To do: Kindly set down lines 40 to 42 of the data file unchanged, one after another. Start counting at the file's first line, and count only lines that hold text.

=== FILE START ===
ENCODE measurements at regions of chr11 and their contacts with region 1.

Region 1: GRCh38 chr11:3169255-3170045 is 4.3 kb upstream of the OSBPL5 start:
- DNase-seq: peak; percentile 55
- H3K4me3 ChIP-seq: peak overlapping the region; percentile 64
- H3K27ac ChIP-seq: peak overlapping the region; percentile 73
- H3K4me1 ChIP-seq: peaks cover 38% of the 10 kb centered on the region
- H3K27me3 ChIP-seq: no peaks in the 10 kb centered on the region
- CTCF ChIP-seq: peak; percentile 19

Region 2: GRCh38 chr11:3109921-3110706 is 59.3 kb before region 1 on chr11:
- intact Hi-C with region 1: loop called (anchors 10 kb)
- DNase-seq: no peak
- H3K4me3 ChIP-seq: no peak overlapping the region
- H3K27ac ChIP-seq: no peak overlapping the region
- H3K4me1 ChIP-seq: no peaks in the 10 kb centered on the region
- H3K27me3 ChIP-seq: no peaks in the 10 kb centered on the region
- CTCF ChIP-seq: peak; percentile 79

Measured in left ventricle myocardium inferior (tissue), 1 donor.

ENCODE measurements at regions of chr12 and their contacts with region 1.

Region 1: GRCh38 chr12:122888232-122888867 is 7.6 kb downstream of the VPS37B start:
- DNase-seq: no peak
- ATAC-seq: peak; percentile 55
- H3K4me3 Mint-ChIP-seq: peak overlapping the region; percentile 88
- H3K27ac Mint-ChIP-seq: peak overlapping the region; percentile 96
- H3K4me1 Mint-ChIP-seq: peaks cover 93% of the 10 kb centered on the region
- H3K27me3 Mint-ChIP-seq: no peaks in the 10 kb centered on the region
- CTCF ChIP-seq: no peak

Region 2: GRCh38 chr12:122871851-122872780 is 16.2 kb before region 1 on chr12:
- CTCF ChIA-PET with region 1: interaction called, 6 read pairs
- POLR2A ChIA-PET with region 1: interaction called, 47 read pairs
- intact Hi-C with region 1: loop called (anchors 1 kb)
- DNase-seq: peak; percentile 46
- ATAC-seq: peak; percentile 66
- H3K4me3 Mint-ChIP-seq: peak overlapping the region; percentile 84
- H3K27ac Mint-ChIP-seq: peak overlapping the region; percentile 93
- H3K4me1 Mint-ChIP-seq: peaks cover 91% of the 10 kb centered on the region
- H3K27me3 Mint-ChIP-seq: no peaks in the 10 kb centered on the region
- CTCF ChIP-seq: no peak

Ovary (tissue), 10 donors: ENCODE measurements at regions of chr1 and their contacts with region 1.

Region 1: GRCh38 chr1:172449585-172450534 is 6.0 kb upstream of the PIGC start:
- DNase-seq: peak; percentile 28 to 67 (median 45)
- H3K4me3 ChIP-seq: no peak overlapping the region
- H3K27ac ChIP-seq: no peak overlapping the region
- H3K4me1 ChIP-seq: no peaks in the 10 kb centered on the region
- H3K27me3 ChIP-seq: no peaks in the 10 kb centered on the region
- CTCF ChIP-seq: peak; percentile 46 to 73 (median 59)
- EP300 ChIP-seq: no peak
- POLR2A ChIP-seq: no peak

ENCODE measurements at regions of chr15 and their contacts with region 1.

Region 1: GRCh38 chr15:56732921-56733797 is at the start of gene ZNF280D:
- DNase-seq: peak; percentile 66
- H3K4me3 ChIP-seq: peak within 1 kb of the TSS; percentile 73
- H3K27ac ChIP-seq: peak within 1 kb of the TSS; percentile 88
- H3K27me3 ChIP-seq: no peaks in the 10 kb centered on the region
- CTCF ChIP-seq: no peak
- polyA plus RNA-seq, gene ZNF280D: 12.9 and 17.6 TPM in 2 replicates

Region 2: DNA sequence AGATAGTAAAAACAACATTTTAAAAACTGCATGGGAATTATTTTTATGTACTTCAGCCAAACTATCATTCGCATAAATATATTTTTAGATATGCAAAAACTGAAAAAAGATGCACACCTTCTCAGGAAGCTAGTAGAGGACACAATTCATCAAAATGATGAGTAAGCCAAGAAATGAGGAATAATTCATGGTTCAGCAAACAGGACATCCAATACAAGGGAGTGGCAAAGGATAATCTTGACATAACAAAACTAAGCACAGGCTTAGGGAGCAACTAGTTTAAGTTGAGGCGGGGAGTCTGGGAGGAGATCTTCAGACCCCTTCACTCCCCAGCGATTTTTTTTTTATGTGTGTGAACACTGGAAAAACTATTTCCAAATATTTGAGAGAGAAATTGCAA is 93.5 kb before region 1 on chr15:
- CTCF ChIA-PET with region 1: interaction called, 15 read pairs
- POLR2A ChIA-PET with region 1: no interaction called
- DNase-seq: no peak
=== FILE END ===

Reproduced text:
- DNase-seq: peak; percentile 28 to 67 (median 45)
- H3K4me3 ChIP-seq: no peak overlapping the region
- H3K27ac ChIP-seq: no peak overlapping the region